Hennur’s cosmopolitanism isn’t always benign — while some foreign students feel duped by the institutions that scouted for their enrolment, others experience discrimination at every turn

It is Sunday morning and Kalyan Nagar market is buzzing. Local women in their synthetic saris, flowers adorning their hair, are selling vegetables; they smile as they see a Nigerian women, dressed in a gown, approach. “This, how much?” asks the woman pointing at the onions. After the lady takes her pick, the vendor says: “50 rupees”.

This isn’t too unusual a scene. The neighbourhood is undeniably a melting pot of cultures. A large number of colleges here have opened their doors to international students, lending a distinct international flavour to Hennur.

The Indo Asian Academy Education Trust in Kalyan Nagar, for instance, has over 1,000 foreign nationals from across 56 countries, says T. Ekambaram Naidu, chairman and managing trustee of the college. “As there aren’t many opportunities for higher education in several African countries, Bangalore has become a destination for a large number of students from the continent as education is cheaper than that offered in the U.S. and the U.K., ” he says.

Raw deal

But Hennur’s cosmopolitanism isn’t always benign. While some foreign students feel somewhat duped by institutions that scouted for their enrolment, others have experience racism.

Some students The Hindu spoke to highlighted the various forms of discrimination they face.

Berny Bokoli, from the Republic of Congo, studies at Koshy’s college. He says he rarely takes the bus, even though the bus-stop is a stone’s throw from his house. “People stare at us and make us feel very uncomfortable. It is best to avoid travelling by bus.”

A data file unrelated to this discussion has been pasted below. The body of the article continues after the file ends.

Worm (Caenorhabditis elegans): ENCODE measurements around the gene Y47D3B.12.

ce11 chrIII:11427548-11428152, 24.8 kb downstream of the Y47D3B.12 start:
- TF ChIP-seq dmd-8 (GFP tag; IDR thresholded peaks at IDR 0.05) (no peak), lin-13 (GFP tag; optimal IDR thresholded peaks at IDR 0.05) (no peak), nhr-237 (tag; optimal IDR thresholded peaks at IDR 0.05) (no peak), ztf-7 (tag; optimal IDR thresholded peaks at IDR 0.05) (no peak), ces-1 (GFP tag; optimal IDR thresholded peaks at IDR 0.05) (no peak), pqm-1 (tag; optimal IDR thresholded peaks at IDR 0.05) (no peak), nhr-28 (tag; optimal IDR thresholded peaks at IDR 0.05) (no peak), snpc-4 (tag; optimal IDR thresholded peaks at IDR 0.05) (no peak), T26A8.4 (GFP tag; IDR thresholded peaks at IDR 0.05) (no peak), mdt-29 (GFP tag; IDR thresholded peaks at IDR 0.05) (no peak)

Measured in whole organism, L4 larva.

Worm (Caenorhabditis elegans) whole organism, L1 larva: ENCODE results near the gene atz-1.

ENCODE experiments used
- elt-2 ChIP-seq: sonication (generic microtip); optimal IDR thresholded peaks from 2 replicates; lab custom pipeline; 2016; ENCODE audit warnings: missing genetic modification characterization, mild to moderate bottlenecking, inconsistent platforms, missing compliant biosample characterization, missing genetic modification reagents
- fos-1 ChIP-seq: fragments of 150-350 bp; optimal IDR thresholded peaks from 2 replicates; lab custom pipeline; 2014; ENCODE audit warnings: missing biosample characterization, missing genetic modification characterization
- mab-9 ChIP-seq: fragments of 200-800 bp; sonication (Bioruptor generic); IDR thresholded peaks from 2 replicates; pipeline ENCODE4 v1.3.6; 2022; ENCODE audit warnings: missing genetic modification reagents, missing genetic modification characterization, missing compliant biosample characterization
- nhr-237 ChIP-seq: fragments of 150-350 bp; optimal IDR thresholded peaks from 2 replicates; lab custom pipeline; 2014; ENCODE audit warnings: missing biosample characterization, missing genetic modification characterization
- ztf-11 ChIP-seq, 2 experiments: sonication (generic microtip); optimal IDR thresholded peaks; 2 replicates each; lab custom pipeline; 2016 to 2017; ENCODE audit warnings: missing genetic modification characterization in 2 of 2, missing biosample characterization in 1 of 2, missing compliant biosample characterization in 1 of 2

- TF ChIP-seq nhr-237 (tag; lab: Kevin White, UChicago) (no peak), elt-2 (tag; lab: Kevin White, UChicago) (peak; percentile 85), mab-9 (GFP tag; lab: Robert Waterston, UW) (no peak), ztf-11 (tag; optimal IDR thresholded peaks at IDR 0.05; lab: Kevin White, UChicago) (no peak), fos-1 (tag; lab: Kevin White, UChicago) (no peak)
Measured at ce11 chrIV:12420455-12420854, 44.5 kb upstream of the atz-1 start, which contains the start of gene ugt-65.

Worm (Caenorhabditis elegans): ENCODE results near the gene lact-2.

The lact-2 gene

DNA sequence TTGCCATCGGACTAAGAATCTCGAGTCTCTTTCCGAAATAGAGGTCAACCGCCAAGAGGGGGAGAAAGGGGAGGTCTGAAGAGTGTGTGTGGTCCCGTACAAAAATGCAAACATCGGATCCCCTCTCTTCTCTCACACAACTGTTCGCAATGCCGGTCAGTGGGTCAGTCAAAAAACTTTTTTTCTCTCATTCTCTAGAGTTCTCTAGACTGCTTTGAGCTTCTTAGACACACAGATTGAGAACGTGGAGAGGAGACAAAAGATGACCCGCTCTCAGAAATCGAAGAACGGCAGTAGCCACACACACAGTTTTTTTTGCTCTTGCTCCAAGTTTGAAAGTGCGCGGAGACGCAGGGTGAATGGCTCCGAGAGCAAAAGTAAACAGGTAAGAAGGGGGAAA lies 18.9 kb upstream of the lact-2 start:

Even at his college, he says, there is an “unconscious” barrier between the local students and those from African countries. “People sometimes use abusive language and make remarks about our skin colour and our facial features.”

He feels disempowered. “There is nothing we can do. We are after all in a foreign land. We have come here to study,” he adds.

Expensive

Besides, colleges that “market” themselves well and promise to provide laptops, healthcare and accommodation often short-change their candidates. Foreign students are often “cheated” and not given the facilities promised. And this after charging double the fees paid by Indian students, Mr. Bokoli adds.

Responding to this, Prof. Naidu said students should choose colleges carefully. “If they feel they are being duped, they should approach the police or reach out to their embassies for help,” he said.

He added: “Depending on the course, foreign students are charged anywhere between $ 4,000 and $ 6,000. We charge about half of this (Rs. 2.4 lakh to Rs. 3.6 lakh) for Indian students. We shell out a large sum of money towards orientation programmes and provide extra coaching for international students, so we charge them more than Indian students.”

Happens everywhere

Another student from Congo, Bright, who is doing his BBM, says it is not just colleges that overcharge: everybody from vendors to autorickshaw drivers and landlords take them for a ride.

Finding accommodation is especially difficult, and when they do find it, landlords charge them exorbitant rents. “I used to pay Rs. 12,000 for a cramped two-bedroom space. My landlord suddenly asked me to vacate one morning and told me he could not allow an African to stay in his house any longer. I was forced to find another place after agreeing to pay Rs. 17,000.”

The challenges are greater for the women. Rebecca Kipanga, who has been living alone in Kalyan Nagar for two months, says she has become “immune” to instances of sexual harassment. “Often we feel there is nothing we can do. We have no protection and no safety net that we can rely upon.”

Following the alleged racially-motivated attack on 44-year-old Chad national Wandoh Timothy, an IT professional, in July, the African students in the city carried out protests demanding protection. However, says Mbaya Guy Davis, co-ordinator of the Association of African Students in India, the issue has been “buried”. There has been no response or dialogue between police officials and African students. “The issue has been forgotten and nobody is paying attention to our demands and concerns,” he charges.

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